And her score in her four previous worlds has been pretty amazing: in nine starts, she's won seven medals and five golds.
This season, the double Olympic champion might not perform at the standards she was used too in the last few campaigns (she currently sits only in seventh position in the overall World Cup standings), but that doesn't mean her approach will change ahead of the event starting in Cortina next week:
"When you ski at a big event, you go for a medal, you go for gold. That's the only tactic," she said during a press conference via Zoom.
"Whether or not I get any medals, that's still the same tactic, the same mentality, and I think it really boils down to 'I know that I have the capability to ski really fast, and if I do, I know I have the capability to win'."
Shiffrin revealed that this has been her mentality since talking with her teammate Steve Nyman at her first world championships in 2013 in Schladming, Austria.
"He said, 'World championships, there's one goal. You go for gold. That's it. Everybody has the same exact mentality. Everybody, that's what you do. That's world championships and the Olympics. That's what you do'," she recalls.
"Every world championship since then, whether I'm nervous or I'm feeling great, it doesn't matter" - Mikaela Shiffrin
Different position, same pressure
Shiffrin made her competitive comeback in November after spending 10 months without racing, following the sudden death of her father Jeff one year ago.
Despite six podiums and two wins during this World Cup campaign, the three-time overall globe winner faces a different scenario compared to her previous experiences at the Worlds:
"I definitely am in a different position with season standings than I've ever been going into world championships," she admitted.
But in terms of pressure, nothing has really changed:
"In a way, there's less pressure at the world champs than even at World Cup races because you're not protecting something, but at the same time, you feel it's a big event."
"At this point, I won a few medals at the world champs now so I don't feel like it's my only opportunity to win the only medal of my career.
"And that's a nice thing to not have the pressure, to feel like 'I have to win a gold medal because I haven't done it yet'."
Back racing in speed after one year
This season, the 25-year-old has decided to focus only on the technical disciplines, giant slalom and slalom, in order to have more time to train and regain her past form.
At Cortina 2021, she will compete in a speed event for the first time after a year away, as she will also race the Super G and the Combined (Super G + Slalom).
"That's the most races I've ever done at the World Champs," Shiffrin said.
"My biggest goal and the reason that I wanted to try to race Super G in the world champs is because I can get World Cup start points, which will allow me to maintain some sort of start position in Super G. So it's maybe a little bit more of a tactical approach than anything."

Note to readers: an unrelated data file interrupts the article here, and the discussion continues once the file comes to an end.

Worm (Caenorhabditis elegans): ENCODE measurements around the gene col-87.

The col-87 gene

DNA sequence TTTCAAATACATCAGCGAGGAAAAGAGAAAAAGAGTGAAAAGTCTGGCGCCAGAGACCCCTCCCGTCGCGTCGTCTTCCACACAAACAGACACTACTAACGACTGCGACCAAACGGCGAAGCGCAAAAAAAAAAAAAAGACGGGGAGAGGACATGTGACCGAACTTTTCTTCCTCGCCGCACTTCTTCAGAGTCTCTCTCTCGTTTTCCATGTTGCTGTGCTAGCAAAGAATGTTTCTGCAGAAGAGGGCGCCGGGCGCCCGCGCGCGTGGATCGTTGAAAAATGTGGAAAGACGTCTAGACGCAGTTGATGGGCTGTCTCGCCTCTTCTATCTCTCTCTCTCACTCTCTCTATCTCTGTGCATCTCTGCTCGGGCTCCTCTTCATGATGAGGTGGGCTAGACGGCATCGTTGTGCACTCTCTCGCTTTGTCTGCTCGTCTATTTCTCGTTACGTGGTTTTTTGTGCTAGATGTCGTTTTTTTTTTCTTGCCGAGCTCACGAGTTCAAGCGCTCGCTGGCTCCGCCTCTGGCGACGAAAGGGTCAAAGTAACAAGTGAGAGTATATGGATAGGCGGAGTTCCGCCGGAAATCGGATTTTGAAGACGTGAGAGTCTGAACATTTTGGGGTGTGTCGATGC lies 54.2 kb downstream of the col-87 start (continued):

The five-time world champion said she only had three Super G training sessions so far, but she's slowly getting her confidence back:
"I feel comfortable on the skis, and it's super fun!"
"I'm not going in to ‘defend my [Super G] title’." - Mikaela Shiffrin
'Five-peat? I don't care!'
Two years ago at the worlds in Are, Sweden, Shiffrin grabbed her fourth-straight slalom title, becoming the first skier to win four consecutive golds in a single discipline.
But it's not records that the skier from Vail is after:
"I don't care about the five-peat, I didn't know about it when it was a three-peat, I wasn't paying attention when it was a four-peat because I was the most sick I've ever been...
"What I've heard about this slalom hill, the track and Cortina, is that it's steep and challenging, and I'm really looking forward to skiing that hill. And that's what I'm looking forward to."
Cortina, my love
Shiffrin holds fond memories of Cortina.
In 2018, she made a World Cup podium in her first downhill on the iconic course of the Olympia delle Tofane, and one year later, she won a Super G race
"I felt pretty good about this track. I felt like I had a good connection with it," she said.
"It has some fairly high speed sections, but enough challenge that it also brings in definitely a technical aspect."
"I don't know what is is about it, it's just beautiful, the atmosphere all around the town, the track is just really unique. The landscape is gorgeous, when you're skiing down, you're like 'focus on the course, because everywhere you look it's a beautiful view'!"
Asked if she imagines herself skiing in Cortina in 2026 for the Winter Olympics, Shiffrin - who will be 31 - left a door open:
"We are in 2021 right now. I don't know if I can. We're going to have to get a little bit closer, let's say, let's get through the next Olympics and we can talk then!
"I could see myself skiing this track forever, to be honest, but I also don't see myself skiing forever, so we'll see."